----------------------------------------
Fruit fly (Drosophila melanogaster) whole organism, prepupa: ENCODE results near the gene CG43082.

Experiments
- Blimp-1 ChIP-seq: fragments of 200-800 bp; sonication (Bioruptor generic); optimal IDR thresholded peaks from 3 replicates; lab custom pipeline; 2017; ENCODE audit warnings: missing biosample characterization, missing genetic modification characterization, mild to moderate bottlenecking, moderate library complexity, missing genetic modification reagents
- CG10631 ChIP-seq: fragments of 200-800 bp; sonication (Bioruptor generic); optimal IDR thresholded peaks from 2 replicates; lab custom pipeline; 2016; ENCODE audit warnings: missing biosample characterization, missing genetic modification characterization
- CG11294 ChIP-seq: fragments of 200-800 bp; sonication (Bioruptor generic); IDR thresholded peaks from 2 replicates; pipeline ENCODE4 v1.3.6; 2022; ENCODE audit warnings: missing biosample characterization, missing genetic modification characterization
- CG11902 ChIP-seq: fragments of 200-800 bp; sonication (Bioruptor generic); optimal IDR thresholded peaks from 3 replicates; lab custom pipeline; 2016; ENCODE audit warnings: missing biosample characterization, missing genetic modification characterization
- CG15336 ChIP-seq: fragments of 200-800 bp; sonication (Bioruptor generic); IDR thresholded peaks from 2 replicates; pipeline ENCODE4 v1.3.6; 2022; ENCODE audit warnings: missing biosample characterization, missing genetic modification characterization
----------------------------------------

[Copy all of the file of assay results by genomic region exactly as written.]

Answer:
Fruit fly (Drosophila melanogaster) whole organism, prepupa: ENCODE results near the gene CG43082.

Experiments
- Blimp-1 ChIP-seq: fragments of 200-800 bp; sonication (Bioruptor generic); optimal IDR thresholded peaks from 3 replicates; lab custom pipeline; 2017; ENCODE audit warnings: missing biosample characterization, missing genetic modification characterization, mild to moderate bottlenecking, moderate library complexity, missing genetic modification reagents
- CG10631 ChIP-seq: fragments of 200-800 bp; sonication (Bioruptor generic); optimal IDR thresholded peaks from 2 replicates; lab custom pipeline; 2016; ENCODE audit warnings: missing biosample characterization, missing genetic modification characterization
- CG11294 ChIP-seq: fragments of 200-800 bp; sonication (Bioruptor generic); IDR thresholded peaks from 2 replicates; pipeline ENCODE4 v1.3.6; 2022; ENCODE audit warnings: missing biosample characterization, missing genetic modification characterization
- CG11902 ChIP-seq: fragments of 200-800 bp; sonication (Bioruptor generic); optimal IDR thresholded peaks from 3 replicates; lab custom pipeline; 2016; ENCODE audit warnings: missing biosample characterization, missing genetic modification characterization
- CG15336 ChIP-seq: fragments of 200-800 bp; sonication (Bioruptor generic); IDR thresholded peaks from 2 replicates; pipeline ENCODE4 v1.3.6; 2022; ENCODE audit warnings: missing biosample characterization, missing genetic modification characterization